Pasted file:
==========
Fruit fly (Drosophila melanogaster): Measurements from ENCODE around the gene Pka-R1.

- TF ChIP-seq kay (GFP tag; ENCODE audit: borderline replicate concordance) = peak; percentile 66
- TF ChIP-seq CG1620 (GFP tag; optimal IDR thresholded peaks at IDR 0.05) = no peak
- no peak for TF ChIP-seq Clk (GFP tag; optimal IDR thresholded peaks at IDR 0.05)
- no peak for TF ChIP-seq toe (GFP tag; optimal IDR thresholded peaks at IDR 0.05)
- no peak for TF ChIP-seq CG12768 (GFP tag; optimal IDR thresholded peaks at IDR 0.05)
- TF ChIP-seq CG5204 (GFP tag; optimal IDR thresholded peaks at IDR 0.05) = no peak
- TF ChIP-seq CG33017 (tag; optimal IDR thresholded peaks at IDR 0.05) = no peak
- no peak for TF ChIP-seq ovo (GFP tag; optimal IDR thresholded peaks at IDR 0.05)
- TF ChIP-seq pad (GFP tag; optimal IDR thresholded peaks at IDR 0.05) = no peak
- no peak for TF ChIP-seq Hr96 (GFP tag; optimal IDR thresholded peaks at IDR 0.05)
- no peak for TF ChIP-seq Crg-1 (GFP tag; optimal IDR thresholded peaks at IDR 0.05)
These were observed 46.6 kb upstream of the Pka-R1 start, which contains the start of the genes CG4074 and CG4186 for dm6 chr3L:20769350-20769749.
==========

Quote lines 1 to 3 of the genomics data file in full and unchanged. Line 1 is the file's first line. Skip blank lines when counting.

Fruit fly (Drosophila melanogaster): Measurements from ENCODE around the gene Pka-R1.

- TF ChIP-seq kay (GFP tag; ENCODE audit: borderline replicate concordance) = peak; percentile 66
- TF ChIP-seq CG1620 (GFP tag; optimal IDR thresholded peaks at IDR 0.05) = no peak